The largest threat area as of early afternoon appears will set up in the coming hours between 2:30pm - 7pm along the Central Dividing Line zone from Tampa Bay toward Cape Canaveral. This is oft the favored zone when the most buoyant and unstable atmosphere resides over the South Half of the state, and the strongest wind shear resides over the North half of the state, with the intersect of both conditions favorable for strong storms residing where they overlap.
Here is a depiction of the jet stream winds today.
Additionally, the Bulk Richardson Shear values (BRN) noted on the Storm Prediction Center's mesoscale analysis page indicates that conditions for rotating thunderstorms (supercells) could occur in the red area, but most likely in the purple zone. Thus, the higher tornado risk, especially in areas where larger cloud breaks and heating occur near the east coast where either a light sea breeze or 'river breeze' could occur from north to south underneath deep westerly shear aloft, most noted near Central Florida. It is that area under the jet where the BRN shear and Effective Shear is in place which abets in severe storms being realized. Only one thing will be needed. An actual storm to go up.
The greatest instability is being noted in SE Florida however, an area infamous for throwing curve balls. There is also a chance of hail in Central. The final clincher for Central is a sharp moisture gradient at 10,000 ft aloft, where 700mb moisture drops off significantly north of the Beach Line toward I-4.
This mid level boundary (gradient) could act as an impetus for storm initiation in advance of the approaching upper level impulse later this afternoon. Any storm that either manifests along the boundary or rolls off to the right or left and crosses it could have unpredictable results. Point blank, if nothing else, today could be a day summed up with "expect the unexpected, especially after 4pm through 7pm time frame." That could mean nothing happens, or a few tricks could be up this pattern's sleeve, such as 'left movers' as opposed to the usual deviate right moving storms in severe weather situations in Florida. Time, as always, will tell.
There are, however, several 'flies in the ointment' at the current time if the Analysis Page which pulls off the RAP model is correct. That is to say, Lifted Parcel Levels as well as the level of free convection are quite high at this time (which is unfavorable for tornadoes, per se). A factor playing for isolated activity is the amount of Convective Inhibition working against the updraft instability in those same areas. Any storm that can manifest and punch through could see rapid growth into a strong storm with very little warning or notice. For all purposes, that would hold off storm formation early on, but this 'could' quickly change later today. But if not, perhaps it will be a dud over South Florida altogether and much of Central.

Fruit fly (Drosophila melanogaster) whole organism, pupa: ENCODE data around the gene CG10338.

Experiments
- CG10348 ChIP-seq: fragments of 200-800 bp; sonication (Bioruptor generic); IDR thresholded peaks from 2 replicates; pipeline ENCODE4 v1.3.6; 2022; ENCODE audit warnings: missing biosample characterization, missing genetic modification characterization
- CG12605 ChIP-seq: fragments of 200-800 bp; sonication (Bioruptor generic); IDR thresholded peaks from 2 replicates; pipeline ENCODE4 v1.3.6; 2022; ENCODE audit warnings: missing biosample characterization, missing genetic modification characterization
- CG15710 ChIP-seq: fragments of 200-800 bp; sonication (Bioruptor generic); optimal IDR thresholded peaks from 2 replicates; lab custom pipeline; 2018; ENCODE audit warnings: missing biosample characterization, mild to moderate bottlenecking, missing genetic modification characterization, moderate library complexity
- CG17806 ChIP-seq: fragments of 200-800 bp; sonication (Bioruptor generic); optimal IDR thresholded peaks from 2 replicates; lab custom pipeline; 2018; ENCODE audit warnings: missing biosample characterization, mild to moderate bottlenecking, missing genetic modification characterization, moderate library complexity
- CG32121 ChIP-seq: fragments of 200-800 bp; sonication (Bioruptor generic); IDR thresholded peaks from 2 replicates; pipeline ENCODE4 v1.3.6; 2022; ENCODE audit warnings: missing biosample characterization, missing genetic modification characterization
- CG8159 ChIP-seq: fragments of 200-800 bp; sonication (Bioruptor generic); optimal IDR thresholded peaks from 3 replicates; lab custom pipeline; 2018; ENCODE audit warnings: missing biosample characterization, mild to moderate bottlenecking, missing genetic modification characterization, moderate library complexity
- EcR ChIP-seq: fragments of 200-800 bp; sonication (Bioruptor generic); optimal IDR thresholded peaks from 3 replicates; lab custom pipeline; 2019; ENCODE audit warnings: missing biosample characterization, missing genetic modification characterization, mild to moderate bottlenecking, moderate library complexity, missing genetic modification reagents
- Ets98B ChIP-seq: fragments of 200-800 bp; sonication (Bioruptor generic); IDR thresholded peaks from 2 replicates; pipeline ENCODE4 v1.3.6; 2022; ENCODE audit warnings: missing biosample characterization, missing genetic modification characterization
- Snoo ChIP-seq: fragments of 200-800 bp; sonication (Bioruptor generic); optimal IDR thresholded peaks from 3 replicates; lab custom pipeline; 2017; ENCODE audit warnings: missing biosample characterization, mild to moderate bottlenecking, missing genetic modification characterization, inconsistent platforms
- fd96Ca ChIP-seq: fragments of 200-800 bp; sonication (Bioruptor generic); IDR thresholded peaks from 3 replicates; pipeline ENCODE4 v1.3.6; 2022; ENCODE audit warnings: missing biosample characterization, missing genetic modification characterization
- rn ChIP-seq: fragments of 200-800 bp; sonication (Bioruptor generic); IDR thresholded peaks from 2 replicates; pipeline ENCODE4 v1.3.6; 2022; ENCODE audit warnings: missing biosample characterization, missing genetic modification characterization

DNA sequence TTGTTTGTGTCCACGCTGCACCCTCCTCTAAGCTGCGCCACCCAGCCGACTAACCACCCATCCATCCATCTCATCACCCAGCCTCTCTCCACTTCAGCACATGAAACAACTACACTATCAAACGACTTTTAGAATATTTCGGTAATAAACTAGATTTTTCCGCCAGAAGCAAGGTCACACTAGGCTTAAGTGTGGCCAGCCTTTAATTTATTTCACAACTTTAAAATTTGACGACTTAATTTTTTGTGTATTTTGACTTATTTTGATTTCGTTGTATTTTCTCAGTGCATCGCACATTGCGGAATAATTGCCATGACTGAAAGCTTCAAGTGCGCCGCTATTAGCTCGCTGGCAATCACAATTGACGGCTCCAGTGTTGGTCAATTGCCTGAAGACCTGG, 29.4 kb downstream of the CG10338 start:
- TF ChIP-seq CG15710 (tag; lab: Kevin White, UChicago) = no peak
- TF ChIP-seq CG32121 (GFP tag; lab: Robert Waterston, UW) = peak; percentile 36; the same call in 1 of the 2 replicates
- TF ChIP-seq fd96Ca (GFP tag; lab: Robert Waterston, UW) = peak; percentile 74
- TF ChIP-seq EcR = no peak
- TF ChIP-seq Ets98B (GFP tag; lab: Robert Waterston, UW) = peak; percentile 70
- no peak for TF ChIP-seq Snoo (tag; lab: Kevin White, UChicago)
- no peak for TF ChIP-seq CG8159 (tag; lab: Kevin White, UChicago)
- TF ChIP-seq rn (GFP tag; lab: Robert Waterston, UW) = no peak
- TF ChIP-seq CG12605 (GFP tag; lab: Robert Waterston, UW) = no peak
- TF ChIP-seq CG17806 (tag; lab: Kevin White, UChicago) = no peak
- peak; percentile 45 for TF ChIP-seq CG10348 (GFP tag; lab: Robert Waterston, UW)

Further south, there's bound to be some remnant boundaries laying around down there after early morning activity has now cleared the area setting up all sorts of gradient boundaries.
In the long run though, any strong to severe storms that manifest will likely be a result of small (mesoscale) boundaries combining from early day to day activity that has since moved out.
Further north of I-4,the mid levels appear to dry for storms to manifest, above an environment of lower dewpoints, and thus less buoyant air near the ground, ( lower convective available potential energy (CAPE)). Not to say conditions could not change later on today though. It is noted that some discussions are referring to a boundary lying around far South Central, but that appears to possibly have lifted further north ahead of an approaching upper level 'impulse". The effect of that impulse can be seen in the above image with storms out over the SE Gulf of Mexico...moving toward the ENE. Not unlike yesterday, high clouds could move in more abundantly in advance of approaching rain showers.
WEDNESDAY: The shows not over until it's over, and the frontal boundary will not be passing through Central into South Florida until after sunset Wednesday (the actual temperatures in the panhandle this hour are in the lows 50Fs whereas the dew-points alone across the south half of the state are now near and above 70F!)
As such, rain chances could manifest, with some heavier rainfall totals still remaining up through sunset Wednesday, particularly on a synoptic scale level across Central Florida just about anywhere, not so much it seems across South Florida (yet).
BEYOND: Temperate drops behind this front are not expected to be significant, with a quick shift of wind to the north and NE on Thursday afternoon. Low topped showers and flat topped alto-cumulus clouds, especially across the coast could work in especially later Thursday through Saturday.
OTHERWISE: There has been a trend for a potentially very windy day coming up this time next week behind the next system yet to form. There has been some consistency in the GFS for wind advisory conditions not associated with storms. The trend so far for much cooler to colder air keeps popping up as well after the 18th, but has shifted from one extreme to the other heading to the great beyond of Christmas Day. Hold fast, it could be a cool to cold week preceding Christmas yet still.